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January 1960

The After-Contraction as a Measure of the “Inhibitory Process”: A Preliminary Report

Author Affiliations

New York
From the Departments of Psychiatry and Neurology of the Mount Sinai Hospital.
Associate Attending Psychiatrist (Dr. Sapirstein); Assistant Attending Neurologist (Dr. Jaffe); Research Fellow in Psychiatry (Dr. Bernstein).

AMA Arch Gen Psychiatry. 1960;2(1):110-120. doi:10.1001/archpsyc.1960.03590070112014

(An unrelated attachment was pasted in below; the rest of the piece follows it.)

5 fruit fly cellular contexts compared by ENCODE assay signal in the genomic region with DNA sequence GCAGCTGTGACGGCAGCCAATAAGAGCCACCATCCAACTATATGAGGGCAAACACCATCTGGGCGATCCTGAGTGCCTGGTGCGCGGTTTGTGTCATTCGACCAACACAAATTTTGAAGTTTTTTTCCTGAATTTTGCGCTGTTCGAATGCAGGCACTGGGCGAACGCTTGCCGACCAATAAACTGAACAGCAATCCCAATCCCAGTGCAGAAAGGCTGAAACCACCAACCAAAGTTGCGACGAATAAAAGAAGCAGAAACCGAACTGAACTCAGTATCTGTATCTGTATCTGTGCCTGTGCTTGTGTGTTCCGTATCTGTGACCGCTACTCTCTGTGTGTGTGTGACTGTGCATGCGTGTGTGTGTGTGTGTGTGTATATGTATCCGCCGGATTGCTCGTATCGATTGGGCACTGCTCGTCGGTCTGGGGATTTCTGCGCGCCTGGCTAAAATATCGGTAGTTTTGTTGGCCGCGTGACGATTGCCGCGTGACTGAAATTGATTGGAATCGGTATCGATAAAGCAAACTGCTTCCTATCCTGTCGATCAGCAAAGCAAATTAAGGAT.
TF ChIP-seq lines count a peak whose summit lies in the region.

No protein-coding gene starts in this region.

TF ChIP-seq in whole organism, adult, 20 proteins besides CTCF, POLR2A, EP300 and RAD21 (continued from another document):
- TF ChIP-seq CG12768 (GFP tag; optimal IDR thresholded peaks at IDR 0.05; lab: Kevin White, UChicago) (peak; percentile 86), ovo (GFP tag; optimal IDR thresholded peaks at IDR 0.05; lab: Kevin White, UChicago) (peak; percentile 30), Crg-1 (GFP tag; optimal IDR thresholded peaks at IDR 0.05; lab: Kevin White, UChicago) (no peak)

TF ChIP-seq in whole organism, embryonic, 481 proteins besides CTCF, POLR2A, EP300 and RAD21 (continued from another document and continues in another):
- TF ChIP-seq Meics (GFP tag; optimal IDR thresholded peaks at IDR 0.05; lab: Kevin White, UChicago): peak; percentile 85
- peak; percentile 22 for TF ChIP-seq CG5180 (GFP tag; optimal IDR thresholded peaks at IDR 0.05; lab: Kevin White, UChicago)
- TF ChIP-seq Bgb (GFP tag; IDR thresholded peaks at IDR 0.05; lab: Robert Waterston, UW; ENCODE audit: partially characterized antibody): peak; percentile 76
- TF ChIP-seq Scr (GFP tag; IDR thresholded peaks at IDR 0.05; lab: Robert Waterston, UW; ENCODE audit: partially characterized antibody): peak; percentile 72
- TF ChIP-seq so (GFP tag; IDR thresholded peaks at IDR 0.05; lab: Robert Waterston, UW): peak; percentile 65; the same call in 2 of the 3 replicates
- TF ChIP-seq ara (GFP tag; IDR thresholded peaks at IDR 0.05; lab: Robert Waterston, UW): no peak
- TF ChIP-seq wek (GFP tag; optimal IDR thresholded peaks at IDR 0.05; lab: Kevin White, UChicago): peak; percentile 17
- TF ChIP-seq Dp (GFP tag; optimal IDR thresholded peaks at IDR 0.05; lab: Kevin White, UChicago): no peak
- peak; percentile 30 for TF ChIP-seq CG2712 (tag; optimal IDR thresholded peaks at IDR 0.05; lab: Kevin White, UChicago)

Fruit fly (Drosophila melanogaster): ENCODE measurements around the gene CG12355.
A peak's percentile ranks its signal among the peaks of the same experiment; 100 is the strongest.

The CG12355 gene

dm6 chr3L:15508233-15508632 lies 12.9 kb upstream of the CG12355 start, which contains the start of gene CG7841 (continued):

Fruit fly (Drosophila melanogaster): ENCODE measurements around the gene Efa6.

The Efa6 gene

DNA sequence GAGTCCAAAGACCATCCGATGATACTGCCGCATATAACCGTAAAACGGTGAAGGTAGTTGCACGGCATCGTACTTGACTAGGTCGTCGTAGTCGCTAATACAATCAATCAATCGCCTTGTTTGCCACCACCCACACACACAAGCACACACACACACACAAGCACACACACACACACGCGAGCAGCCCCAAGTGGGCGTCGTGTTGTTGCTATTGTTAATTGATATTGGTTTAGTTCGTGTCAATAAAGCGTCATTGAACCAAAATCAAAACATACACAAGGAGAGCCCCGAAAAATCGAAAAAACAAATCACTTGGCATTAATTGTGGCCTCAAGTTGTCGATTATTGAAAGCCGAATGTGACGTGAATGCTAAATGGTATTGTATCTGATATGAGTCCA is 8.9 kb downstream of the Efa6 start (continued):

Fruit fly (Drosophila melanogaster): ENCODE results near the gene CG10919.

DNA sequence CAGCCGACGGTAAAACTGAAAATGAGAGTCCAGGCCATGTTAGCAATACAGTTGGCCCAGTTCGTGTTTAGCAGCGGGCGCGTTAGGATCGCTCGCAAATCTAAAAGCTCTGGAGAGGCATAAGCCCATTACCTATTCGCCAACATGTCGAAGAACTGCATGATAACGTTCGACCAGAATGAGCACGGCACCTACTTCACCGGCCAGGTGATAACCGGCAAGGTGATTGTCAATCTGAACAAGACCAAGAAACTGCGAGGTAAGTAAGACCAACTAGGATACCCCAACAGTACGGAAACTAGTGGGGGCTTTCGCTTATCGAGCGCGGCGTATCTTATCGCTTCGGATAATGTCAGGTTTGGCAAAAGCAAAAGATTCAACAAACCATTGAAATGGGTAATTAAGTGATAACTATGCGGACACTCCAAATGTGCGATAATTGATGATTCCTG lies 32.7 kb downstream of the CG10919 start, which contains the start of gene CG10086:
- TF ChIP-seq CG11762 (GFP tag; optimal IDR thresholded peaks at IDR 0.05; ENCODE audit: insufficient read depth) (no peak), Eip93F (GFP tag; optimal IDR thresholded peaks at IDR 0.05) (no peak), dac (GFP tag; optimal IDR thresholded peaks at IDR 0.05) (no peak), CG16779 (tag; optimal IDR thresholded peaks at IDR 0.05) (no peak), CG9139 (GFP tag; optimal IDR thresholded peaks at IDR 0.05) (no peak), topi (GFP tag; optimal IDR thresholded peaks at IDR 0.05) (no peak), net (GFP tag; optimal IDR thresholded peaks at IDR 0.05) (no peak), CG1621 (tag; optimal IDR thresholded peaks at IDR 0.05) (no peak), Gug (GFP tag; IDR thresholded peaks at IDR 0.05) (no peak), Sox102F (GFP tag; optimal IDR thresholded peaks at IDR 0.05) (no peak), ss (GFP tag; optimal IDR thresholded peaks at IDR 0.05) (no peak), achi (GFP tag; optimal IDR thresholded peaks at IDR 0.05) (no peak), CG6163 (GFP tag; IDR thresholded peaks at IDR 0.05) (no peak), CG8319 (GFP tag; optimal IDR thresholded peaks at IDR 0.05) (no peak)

Introduction  The after-contraction is an old parlor trick of children which has been described many times as having interesting physiological and psychiatric implications. Although it is a difficult phenomenon to describe, it is easy enough to demonstrate. It is usually performed by abducting the stiffened arm against an immovable object, such as a table or wall. The appropriate muscles of the shoulders are contracted isometrically without movement; the subject is then requested to relax and to step away from the restraining object. In most cases the arm will then involuntarily “float up” into the air toward the horizontal position with a floating sensation.This involuntary movement, which is a continuation of the originally intended movement, usually persists for 10 to 15 seconds. It may be demonstrated in almost any muscle group of the body, including the muscles of the hand, leg, or eye. It is ap

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